Johnston Carmichael had worked with the SNP for more than a decade. They informed the party they had “taken the decision to resign following a review of our client portfolio and existing resources and commitments”. It is understood no concerns were raised about the SNP’s 2021 accounts.
The SNP approached alternative firms in late 2022, and this search “intensified” at the beginning of the year. However, it is understood no firm with the required capacity has yet been identified.
A party spokesperson said: “We have informed the Electoral Commission of the difficulty in identifying replacement auditors and the national treasurer has made the party’s finance and audit committee aware.”
Large political parties are required to submit independently-audited accounts to the Electoral Commission each year. The SNP has until the first week of July to present their accounts or face possible sanctions, including an independent audit.
Mr Yousaf said the party is working to have its accounts ready by the July deadline, but added: “It will be a challenging task, given what has gone on. So we are trying to work furiously to try to meet that deadline.”
A spokesman for Johnston Carmichael previously said: “As a regulated organisation, we adhere to our obligations on client confidentiality and do not discuss client business.”
A spokeswoman for the Electoral Commission said: “Where political parties income and expenditure exceeds £250,000, their submitted annual accounts must be approved by an independent auditor before they are submitted to us. The party has told us about their auditor resigning but the appointment of an auditor is an internal party matter. If the party were to miss the deadline for reporting their statement of accounts we would consider that under our usual processes.”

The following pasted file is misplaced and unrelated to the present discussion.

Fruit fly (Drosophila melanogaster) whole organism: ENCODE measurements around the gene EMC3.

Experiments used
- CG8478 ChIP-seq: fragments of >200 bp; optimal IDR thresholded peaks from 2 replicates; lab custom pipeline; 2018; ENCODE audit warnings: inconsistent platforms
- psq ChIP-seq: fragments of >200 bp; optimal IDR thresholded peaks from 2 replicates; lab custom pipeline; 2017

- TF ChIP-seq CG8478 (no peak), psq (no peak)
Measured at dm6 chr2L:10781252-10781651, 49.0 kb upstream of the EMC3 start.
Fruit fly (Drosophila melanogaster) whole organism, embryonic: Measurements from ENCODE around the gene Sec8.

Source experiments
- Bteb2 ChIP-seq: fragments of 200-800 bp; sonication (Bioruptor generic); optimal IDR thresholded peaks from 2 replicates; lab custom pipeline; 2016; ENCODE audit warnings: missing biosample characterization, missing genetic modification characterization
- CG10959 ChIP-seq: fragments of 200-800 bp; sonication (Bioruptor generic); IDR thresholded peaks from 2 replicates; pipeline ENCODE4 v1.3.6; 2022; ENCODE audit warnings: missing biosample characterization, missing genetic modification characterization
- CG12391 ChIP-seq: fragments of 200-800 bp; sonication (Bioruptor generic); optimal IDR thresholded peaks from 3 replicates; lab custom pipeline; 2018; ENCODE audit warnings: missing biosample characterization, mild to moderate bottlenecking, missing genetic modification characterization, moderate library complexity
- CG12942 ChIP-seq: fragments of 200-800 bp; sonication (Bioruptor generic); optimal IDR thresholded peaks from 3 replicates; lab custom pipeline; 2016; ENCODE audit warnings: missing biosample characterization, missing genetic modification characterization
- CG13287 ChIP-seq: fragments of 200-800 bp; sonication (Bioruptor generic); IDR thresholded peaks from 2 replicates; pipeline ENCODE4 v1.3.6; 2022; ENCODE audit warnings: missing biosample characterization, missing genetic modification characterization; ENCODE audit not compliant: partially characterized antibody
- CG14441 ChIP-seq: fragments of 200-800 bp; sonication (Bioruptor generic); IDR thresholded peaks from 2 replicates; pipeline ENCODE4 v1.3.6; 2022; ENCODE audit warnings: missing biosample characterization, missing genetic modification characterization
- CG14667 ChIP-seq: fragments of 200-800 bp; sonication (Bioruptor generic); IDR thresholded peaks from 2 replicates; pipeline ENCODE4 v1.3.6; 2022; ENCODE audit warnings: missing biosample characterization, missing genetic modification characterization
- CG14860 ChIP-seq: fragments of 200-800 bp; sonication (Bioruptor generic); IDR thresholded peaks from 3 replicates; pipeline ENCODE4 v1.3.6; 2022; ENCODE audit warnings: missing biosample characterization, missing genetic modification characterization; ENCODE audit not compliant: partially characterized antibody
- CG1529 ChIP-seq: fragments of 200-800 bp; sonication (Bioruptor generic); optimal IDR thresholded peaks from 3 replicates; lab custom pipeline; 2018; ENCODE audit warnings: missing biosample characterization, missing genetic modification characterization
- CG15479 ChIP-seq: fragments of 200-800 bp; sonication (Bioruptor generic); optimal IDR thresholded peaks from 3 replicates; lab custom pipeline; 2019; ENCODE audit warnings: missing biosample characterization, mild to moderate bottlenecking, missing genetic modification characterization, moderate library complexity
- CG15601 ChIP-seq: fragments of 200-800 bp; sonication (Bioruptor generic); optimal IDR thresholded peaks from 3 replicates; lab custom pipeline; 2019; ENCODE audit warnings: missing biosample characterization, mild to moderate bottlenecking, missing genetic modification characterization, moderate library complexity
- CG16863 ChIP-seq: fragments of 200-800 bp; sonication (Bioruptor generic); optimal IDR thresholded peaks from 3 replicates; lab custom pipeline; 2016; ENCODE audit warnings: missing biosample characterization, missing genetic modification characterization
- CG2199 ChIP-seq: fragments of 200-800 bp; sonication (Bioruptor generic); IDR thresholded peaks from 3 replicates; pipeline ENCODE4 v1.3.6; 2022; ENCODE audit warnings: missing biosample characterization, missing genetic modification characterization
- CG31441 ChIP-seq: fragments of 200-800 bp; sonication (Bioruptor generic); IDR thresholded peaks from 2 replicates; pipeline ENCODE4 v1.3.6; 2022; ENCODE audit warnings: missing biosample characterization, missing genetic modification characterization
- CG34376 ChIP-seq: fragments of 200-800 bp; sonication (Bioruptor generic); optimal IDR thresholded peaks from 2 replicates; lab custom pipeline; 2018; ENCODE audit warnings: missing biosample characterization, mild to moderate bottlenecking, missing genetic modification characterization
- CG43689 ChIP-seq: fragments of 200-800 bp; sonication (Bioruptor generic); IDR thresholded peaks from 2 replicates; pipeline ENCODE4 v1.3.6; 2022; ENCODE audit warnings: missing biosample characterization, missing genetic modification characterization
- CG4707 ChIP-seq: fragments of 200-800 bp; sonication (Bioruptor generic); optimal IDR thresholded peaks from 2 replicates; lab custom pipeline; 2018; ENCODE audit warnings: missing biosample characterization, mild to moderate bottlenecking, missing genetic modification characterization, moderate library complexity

Elsewhere, Mr Yousaf said he had had no contact with Mr Murrell or Ms Sturgeon. He said the SNP would not be paying Mr Murrell’s legal costs.
Asked why, Mr Yousaf said: “He's no longer the chief executive of the party.” He added: “I'll be castigated, I'm sure, if we pay his legal fees and castigated if we don't pay his legal fees. So we've taken a decision as a party not to pay those legal fees given he's no longer the chief executive of the party, I think that's pretty reasonable.”
Mr Murrell had been chief executive of the SNP for 25 years but quit the job during the contest to find a successor to Ms Sturgeon. Last week, he was questioned by Police Scotland as part of its investigation into the whereabouts of about £600,000 donated to the party which had been earmarked for Scottish independence campaigning.
Mr Murrell was later released without charge “pending further investigation”, following 11 hours of questioning.
SNP president Mike Russell, who has stepped in as interim chief executive in the wake of Mr Murrell’s departure, recently warned the SNP faces its biggest crisis in 50 years. Mr Yousaf accepted the situation was “difficult”. He said: “It’s a challenge. There’s no getting away from it, it is difficult. It has got the potential to damage the party, we know that.”
But he insisted the SNP was still in a “position of strength”, saying it was “the largest political party in Scotland by quite some distance”.
Mr Yousaf also said the party had the opportunity to rebuild under his leadership and with a new chief executive, adding: “I think there’s an opportunity to refresh, to rebuild, and we’ve got to do that.”